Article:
Here's the syntax:

list.index(element, start, end)

  • list: The name of the list you want to search within.
  • element: The element you want to find the index of within the list.
  • start: The index at which the search should begin (inclusive).
  • end: The index at which the search should end (exclusive).

Let's explore this with an example:

Code

numbers = [10, 20, 30, 20, 40, 50]
index = numbers.index(20, 1, 4)

# Printing the result
print("The index of 20 within the range (1, 4) is:", index)

Output:

The index of 20 within the range (1, 4) is: 1

In this example:

  • The index() method is used to find the index of '20' within the list numbers.
  • The search starts at index 1 (inclusive) and ends at index 4 (exclusive), meaning it looks for '20' only between indices 1 and 3.
  • The result is 1, indicating that '20' is found at index 1 within the specified range.

Working of the index() With two Parameters only

When you use the index() method with only the element parameter, it works like the index() method. It searches the entire Python select list elements by index for the first occurrence of the specified element and returns its index.

Example 1:

fruits = ['apple', 'banana', 'cherry', 'banana', 'date']

# Using the index() method
index = fruits.index('banana', 1)

# Printing the result
print("The index of the first occurrence of 'banana' starting from index 1 is:", index)

Output:

The index of the first occurrence of 'banana' starting from index 1 is: 3

In this example, the index() method searches for the index of the first occurrence of 'banana' starting from index 1 within the fruits list. It returns 3 because 'banana' is found at index 3 within the sublist.

Example 2:

Code

numbers = [10, 20, 30, 20, 40, 50]

# Using the index() method
index = numbers.index(20, 1)

# Printing the result
print("The index of '20' starting from index 1 is:", index)

Output:

The index of '20' starting from index 1 is: 1

In this example, the index() method searches for the index of '20' starting from index 1 within the numbers list. It returns 1 because '20' is found at index 1 within the sublist.

How to fix list index out of range using Index()

The index() method in Python is used to find the position or index of an element within a list or a Python index string. However, it does not directly fix a "list index out of range" error. This error occurs when you try to access an index that does not exist in the list.

Code

my_list = [10, 20, 30, 40, 50]

# Attempting to iterate using a constant range greater than the list length
for i in range(6):
    print(my_list[i])

Output:

10

20

30

40

50

IndexError: list index out of range

Solving the error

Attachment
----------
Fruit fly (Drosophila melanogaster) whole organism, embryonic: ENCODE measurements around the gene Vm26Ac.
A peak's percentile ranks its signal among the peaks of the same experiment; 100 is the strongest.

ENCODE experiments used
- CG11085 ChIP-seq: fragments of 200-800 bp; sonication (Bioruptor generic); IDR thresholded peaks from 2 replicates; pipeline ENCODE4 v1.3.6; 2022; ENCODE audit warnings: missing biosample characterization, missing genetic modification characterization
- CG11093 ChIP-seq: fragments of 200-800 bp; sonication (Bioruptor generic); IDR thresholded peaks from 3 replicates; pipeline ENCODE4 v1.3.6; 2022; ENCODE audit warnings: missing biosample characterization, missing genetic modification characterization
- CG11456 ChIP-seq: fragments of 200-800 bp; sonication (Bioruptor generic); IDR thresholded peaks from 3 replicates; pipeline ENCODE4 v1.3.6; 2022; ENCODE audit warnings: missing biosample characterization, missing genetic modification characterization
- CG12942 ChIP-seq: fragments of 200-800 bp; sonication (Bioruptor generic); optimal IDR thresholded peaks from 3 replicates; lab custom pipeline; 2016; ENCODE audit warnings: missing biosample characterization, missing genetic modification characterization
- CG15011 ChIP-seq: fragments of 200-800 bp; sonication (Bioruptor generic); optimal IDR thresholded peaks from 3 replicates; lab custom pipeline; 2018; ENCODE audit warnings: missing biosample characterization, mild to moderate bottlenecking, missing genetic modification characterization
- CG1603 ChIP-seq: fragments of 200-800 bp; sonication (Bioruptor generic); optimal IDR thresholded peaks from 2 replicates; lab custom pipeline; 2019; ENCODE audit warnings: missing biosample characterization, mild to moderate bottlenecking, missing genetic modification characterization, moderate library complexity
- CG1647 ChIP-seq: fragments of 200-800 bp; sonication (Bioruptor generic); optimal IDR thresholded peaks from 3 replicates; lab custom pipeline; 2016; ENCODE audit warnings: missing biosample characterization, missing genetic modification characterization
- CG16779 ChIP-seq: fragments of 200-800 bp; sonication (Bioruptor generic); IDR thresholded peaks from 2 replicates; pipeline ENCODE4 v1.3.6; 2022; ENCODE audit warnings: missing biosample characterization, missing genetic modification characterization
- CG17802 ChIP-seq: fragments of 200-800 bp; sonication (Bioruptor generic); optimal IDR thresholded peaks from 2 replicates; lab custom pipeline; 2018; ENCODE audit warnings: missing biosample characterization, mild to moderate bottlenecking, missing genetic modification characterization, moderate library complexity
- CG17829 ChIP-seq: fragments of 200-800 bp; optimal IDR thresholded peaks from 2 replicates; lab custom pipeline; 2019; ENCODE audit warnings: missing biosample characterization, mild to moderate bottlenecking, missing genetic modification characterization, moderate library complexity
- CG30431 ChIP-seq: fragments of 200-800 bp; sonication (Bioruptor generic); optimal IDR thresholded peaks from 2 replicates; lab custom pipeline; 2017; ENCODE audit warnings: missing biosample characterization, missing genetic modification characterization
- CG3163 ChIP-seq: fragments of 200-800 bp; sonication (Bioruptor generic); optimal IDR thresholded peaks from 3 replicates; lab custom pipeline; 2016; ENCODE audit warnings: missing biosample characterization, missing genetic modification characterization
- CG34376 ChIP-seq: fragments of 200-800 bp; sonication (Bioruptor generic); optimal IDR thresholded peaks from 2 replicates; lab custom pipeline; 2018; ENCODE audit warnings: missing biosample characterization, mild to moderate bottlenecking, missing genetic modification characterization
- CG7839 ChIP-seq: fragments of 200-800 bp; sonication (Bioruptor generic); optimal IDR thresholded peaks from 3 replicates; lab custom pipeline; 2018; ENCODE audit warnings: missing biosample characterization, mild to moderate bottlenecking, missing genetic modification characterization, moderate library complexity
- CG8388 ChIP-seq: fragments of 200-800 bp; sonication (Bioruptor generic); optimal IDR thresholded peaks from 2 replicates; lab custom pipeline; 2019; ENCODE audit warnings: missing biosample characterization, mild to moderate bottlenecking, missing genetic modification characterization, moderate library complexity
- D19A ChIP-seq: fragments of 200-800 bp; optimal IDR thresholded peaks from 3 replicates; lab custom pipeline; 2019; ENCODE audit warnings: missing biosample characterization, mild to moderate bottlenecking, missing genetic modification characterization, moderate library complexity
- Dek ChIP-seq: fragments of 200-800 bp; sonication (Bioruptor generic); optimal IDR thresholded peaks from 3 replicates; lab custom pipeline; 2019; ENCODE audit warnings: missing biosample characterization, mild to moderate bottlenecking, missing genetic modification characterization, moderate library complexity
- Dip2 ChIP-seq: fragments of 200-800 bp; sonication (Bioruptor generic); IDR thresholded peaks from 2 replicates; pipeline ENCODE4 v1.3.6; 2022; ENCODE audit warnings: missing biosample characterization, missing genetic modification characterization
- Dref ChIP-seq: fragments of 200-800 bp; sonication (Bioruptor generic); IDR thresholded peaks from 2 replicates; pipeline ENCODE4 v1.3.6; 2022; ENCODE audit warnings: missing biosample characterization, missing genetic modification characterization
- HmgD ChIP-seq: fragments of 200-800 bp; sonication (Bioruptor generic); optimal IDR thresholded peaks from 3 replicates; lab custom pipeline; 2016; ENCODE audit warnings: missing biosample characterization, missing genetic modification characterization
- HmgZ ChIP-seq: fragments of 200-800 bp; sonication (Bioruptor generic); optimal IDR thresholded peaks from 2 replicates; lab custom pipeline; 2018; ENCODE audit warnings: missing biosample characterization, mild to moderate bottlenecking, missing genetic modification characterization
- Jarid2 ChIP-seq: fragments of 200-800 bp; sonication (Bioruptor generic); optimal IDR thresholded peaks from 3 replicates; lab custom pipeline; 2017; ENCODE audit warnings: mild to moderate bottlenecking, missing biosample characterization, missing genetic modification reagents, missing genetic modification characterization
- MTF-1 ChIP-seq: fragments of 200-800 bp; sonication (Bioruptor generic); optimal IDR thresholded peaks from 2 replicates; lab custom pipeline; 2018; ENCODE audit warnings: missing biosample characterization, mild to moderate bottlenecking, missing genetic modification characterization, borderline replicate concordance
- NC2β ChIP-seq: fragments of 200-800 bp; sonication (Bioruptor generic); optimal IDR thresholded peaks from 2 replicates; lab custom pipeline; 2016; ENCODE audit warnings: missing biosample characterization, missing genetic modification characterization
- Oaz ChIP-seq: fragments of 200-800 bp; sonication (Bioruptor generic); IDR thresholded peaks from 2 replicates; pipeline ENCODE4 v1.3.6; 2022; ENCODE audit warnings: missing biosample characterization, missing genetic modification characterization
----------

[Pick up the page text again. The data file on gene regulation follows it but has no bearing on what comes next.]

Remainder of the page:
Code

my_list = [10, 20, 30, 40, 50]

# Counting the number of elements in the list
count = 0
for _ in my_list:
    count = 1

# Iterating through the list using the count as the range limit
for i in range(count):
    print(my_list[i])

Output:

10

20

30

40

50

List Index in Python

The list index() Python method returns the index number of a certain element in a list. If there are numerous occurrences of the item, index() will return the first index position where the item occurs.

Example:

Code:

participants = ['Leslie Tucker', 'Peter Free', 'Luke Oliver', 'Ernie Bolton']
participant_name = 'Ernie Bolton'
index_of_participant = participants.index(participant_name)

print(inxdex_of_participant)

Output:

3

This output indicates that "Ernie Bolton" is found at index 3 in the participants list.

String Index in Python

In Python, strings are sequences of characters, and each character within a string can be accessed using an index. String indexing is zero-based, the first character has an index of 0, the second character has an index of 1, and so on.

Example:

Code:

student_names = 'Judith Joey Fred Luke Linda'
index_position_of_joey = student_names.index('Joey')
print(index_position_of_joey)

Output:

7

This output indicates the substring "Joey" starts at index 7 (0-based indexing) within the student_names string.

Conclusion

The index in Python is a versatile and essential tool for locating elements within lists and strings. This extensive guide has equipped you with the knowledge and practical examples to utilize this method effectively. You can now confidently work with lists, strings and indices in Python.

FAQs

1. Where is indexing in Python not possible?

The set's elements are immutable (cannot be changed), but the set as a whole is changeable. Any element in a Python set does not have an index. As a result, no indexing or slicing in Python operations are supported.

2. Can you use the index() method with a substring within a string?

Yes, you can use the index() method with strings to find the index of a substring within the string. It works similarly to finding elements in a list.

3. What data types support indexing in Python?

Lists, strings, tuples, and dictionaries support indexing in Python to retrieve individual elements or characters based on their position or key.

4. How does Python find the index of all occurrences in a list or string?

To find the indices of all occurrences of an element, you can use a loop or list comprehension. Iterate through the list or string and record the indices where the element is found.

Pavan

PAVAN VADAPALLI

Director of Engineering

Director of Engineering @ upGrad. Motivated to leverage technology to solve problems. Seasoned leader for startups and fast moving orgs. Working … Read More